One way to help with the oxidative stress without incurring problems with this network getting out of balance is to take a lot of a "once-through" antioxidant. Some people have found grape leaf extract to be a good one

    NAC is used to supply cysteine, which is usually the rate-limiting amino acid for making glutathione. Some people do not respond well to taking NAC, even in small dosages. Freddd has discussed this on these forums. The other caveat with NAC is that if there is a high body burden of mercury, it is wise not to take more than about 300 mg of NAC per day, according to Dr. David Quig of Doctors Data Lab, because it has been found by Aposhian et al. to be able to move mercury into the brain. Dr. Cheney has reported on two PWCs who took large dosages of NAC and ended up committing suicide, presumably because of depression caused by mercury entering the brain. Even without the mercury, dosages of NAC higher than about a gram per day can potentially cause oxidative stress to increase, according to Dr. Michael Murray.

    Best regards,

    Rich
  3. heapsreal

    heapsreal iherb 10% discount code OPA989,

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    Thanks for that rich, so its more important to take several antioxidants supps to help regenerate each other along with the methyl b12 and folate. Cut back or eliminate the NAC.
    ok this is how my supps are looking,
    methyl b12 5000mcg/methyl folate 800mcg am
    Q10 100mg with bioperine am
    alcarn 500mg am/pm
    lipoic acid 150mg am/pm
    vit e 1000mg mixed tocopherol am/pm
    vitc 1000-2000mg am/pm
    vitb50 multi am
    beta carotene 25000iu am/pm
    non flush niacin 1000mg am/pm (for cholesterol)

    ANy opinions on resveratrol?

    cheers!!!
  4. ramakentesh

    ramakentesh Senior Member

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  5. aprilk1869

    aprilk1869 Senior Member

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    Is it helping your cholesterol? When I was researching niacin recently I came across this info on LEF about niacin and cholesterol:-

    Also, when excess niacin is excreted it uses up methyl groups which isn't great if you're trying to boost your methylation cycle.
  6. richvank

    richvank Senior Member

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    Hi, heapsreal.

    I think resveratrol can be very helpful. All those longlived Frenchmen who drink red wine every day can't be wrong!

    Best regards,

    Rich
  7. heapsreal

    heapsreal iherb 10% discount code OPA989,

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    My last cholesterol test all i can remember is my total/hdl ratio was 5 and my hdl(good stuff) had increased(non flush niacin 1000mg twice a day). 6 months prior (500mg twice a day?)my total/hdl ratio was 5.6 and total was 6.1(3.6-6.6) and 9 months (no niacin at all)ago my total was 8.1 . I can only assume my total cholesterol has come down lower then the 6.1 and definately better then the 8.1, 9 months ago but will try and get a copy of my last results to verify it.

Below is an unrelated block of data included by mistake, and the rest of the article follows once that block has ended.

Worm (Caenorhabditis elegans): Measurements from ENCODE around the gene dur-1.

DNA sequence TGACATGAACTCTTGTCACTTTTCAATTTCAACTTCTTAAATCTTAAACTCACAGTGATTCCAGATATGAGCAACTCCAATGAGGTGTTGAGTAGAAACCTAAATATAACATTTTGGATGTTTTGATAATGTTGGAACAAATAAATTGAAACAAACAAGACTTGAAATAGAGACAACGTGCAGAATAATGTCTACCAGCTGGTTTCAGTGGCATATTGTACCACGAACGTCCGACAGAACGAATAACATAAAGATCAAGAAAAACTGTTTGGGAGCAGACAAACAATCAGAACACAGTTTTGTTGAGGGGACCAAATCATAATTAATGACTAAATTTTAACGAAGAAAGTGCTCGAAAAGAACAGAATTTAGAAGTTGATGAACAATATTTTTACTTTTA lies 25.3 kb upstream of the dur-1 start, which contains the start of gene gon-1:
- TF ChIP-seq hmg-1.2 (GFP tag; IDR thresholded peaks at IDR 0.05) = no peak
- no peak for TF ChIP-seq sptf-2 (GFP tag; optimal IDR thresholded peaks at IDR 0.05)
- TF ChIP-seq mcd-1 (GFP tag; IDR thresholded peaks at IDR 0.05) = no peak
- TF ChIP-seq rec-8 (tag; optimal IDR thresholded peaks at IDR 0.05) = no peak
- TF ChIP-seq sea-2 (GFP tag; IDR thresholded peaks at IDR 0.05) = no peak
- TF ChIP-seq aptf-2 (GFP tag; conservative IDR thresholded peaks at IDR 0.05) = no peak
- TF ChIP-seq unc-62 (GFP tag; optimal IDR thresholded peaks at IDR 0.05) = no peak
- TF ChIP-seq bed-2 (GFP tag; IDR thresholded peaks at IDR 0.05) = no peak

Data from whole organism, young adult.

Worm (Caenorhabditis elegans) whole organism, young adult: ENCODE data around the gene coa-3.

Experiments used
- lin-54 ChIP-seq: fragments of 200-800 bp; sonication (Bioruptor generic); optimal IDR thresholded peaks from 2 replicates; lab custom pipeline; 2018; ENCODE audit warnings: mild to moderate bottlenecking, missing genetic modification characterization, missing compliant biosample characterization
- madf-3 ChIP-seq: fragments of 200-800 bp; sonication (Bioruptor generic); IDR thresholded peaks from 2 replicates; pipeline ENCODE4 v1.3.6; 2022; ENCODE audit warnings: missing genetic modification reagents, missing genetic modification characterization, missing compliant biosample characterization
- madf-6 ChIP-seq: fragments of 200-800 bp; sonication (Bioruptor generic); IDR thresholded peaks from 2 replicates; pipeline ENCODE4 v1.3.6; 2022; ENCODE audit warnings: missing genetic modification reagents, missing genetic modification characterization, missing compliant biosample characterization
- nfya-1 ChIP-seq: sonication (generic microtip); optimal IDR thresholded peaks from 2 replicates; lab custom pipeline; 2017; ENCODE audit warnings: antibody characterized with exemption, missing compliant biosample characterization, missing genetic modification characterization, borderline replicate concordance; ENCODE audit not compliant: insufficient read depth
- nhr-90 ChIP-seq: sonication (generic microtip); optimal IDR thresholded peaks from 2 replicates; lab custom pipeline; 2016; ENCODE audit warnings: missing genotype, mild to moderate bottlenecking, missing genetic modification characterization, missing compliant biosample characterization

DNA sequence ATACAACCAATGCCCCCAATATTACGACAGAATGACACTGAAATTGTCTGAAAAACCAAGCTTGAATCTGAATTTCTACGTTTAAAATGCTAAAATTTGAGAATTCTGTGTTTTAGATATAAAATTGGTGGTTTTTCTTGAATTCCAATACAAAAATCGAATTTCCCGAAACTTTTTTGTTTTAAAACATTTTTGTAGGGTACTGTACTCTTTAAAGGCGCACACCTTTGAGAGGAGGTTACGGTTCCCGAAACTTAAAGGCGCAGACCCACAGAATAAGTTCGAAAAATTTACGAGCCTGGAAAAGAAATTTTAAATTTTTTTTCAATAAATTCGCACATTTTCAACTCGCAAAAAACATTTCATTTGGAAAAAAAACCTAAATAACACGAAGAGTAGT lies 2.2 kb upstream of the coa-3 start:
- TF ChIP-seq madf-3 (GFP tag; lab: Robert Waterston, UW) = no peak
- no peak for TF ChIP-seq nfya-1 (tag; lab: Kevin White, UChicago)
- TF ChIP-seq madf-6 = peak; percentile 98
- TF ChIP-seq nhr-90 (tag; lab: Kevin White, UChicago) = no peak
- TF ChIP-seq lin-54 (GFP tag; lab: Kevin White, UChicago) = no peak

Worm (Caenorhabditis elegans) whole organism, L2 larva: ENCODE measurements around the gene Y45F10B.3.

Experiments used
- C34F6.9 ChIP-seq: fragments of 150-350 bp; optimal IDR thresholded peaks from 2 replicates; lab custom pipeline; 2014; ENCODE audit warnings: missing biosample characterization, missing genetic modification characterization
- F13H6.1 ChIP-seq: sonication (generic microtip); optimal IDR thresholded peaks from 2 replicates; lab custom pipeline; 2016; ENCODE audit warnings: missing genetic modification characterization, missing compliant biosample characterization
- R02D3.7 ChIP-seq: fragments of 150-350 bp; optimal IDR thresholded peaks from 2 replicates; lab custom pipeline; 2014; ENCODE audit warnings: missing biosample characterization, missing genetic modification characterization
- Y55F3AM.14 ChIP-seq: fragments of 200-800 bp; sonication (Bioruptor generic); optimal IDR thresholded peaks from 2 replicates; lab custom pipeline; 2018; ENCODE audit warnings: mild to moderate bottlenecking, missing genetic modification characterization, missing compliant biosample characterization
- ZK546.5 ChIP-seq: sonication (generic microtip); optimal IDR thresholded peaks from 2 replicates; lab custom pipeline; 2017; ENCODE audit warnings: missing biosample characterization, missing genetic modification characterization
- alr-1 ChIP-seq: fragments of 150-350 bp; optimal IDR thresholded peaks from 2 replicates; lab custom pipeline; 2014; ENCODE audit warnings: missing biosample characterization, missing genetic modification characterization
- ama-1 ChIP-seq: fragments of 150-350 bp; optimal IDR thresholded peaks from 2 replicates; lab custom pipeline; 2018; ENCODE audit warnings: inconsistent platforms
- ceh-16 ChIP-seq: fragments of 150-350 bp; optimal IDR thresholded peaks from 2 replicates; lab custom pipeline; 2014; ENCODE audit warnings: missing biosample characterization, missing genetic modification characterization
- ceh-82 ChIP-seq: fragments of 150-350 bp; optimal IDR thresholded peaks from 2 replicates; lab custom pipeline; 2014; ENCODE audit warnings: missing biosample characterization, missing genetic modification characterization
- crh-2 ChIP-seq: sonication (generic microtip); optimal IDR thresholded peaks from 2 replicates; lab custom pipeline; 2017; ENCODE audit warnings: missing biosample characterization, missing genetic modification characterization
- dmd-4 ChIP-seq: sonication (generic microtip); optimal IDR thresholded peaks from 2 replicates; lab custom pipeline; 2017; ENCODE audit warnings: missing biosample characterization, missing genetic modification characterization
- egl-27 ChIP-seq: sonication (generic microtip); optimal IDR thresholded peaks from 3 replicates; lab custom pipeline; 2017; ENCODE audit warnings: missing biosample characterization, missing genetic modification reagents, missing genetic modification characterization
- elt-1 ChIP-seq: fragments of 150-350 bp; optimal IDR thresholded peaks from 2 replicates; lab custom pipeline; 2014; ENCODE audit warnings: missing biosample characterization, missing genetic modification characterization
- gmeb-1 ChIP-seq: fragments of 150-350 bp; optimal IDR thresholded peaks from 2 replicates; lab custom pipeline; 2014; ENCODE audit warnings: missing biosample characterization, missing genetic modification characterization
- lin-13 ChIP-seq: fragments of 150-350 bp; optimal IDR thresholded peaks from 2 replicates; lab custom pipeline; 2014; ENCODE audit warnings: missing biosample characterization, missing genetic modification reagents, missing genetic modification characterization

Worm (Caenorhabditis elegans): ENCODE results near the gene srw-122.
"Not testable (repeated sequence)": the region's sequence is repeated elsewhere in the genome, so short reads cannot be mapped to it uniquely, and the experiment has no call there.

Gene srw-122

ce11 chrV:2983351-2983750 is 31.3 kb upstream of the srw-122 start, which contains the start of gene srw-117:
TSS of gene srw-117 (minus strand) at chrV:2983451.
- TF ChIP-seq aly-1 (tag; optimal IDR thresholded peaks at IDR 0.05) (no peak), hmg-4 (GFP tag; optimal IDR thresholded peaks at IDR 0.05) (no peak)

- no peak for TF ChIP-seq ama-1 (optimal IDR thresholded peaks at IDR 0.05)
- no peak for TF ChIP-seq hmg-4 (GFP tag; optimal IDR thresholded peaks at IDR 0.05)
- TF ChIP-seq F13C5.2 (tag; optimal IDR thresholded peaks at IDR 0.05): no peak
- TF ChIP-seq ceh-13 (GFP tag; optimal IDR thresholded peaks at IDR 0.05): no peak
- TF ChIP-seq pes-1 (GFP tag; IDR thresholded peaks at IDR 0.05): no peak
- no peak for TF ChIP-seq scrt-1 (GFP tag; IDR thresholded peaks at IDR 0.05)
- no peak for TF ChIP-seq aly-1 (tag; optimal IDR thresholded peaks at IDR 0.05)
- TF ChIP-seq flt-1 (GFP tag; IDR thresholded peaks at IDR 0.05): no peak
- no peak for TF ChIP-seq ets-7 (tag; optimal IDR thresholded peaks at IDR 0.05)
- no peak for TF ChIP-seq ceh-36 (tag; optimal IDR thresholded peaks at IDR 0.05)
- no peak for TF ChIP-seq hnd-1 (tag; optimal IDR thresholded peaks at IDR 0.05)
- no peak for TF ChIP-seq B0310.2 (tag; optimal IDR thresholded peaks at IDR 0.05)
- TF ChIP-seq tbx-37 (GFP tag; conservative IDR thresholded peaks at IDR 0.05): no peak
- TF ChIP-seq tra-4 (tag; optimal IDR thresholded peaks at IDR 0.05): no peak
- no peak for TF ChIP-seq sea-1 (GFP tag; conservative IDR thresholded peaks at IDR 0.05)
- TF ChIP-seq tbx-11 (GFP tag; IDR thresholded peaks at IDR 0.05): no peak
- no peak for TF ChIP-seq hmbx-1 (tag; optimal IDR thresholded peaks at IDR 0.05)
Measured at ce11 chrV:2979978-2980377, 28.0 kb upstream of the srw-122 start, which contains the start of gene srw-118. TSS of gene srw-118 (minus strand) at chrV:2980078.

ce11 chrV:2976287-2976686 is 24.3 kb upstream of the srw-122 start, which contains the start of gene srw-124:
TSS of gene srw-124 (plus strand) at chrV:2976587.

I am using the inositol hexaniacinate, as for using up the methyl groups i have never heard of that, i thought it a better option then cholesterol drugs which destroy q10 levels or having a heart attack, have to way up the benefits. I cant say i have noticed any difference in cfs symptoms but hopefully im lowering my heart attack risk. By the way i have mainly followed a low carb diet atkins style and my triglycerides have always been nice and low, only the last few years my total cholest has gone high, low fat high carb diets i have found increase my total cholesterol and trigylerides go sky high which atkins said triglyerides are a higher risk factor for heart disease then total cholesterol.

    cheers!!!
  8. taniaaust1

    taniaaust1 Senior Member

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    My specialist has told me that taking statin drugs for cholestrol thou help prevent heart attack.. they tend to make things worst if one has a heart attack as those who then tend to have one seem to have an increased risk of dying if they do have a heart attack.
    The statin drugs remove the protective qualities of good cholestrol, taking that along with the bad.
    .......

    I take fibre supplements which dont only help the IBS but also these also these can lower cholestrol (my cholestrol issues are caused by my insulin problems) . (never take fibre supplements within 2 hrs of ones meds as they can stop absorption of meds).

    I myself find that antioxidents help... I get a positive effect with vitamin C, also when I boost my glutathione I get weller some.. and then B12 and I think possible another B (B6?) also seems to help. I dont tend to keep taking things which dont seem to do anything (that's a very costly) or without tests indicating I need them.

    I hope you end up finding some supplements which work for you.